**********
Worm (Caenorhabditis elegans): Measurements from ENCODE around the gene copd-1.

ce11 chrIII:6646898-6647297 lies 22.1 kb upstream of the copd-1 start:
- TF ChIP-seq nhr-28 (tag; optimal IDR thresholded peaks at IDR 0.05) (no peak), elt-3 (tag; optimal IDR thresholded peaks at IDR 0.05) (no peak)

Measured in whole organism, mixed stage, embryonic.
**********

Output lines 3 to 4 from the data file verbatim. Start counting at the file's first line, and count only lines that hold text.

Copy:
- TF ChIP-seq nhr-28 (tag; optimal IDR thresholded peaks at IDR 0.05) (no peak), elt-3 (tag; optimal IDR thresholded peaks at IDR 0.05) (no peak)

Measured in whole organism, mixed stage, embryonic.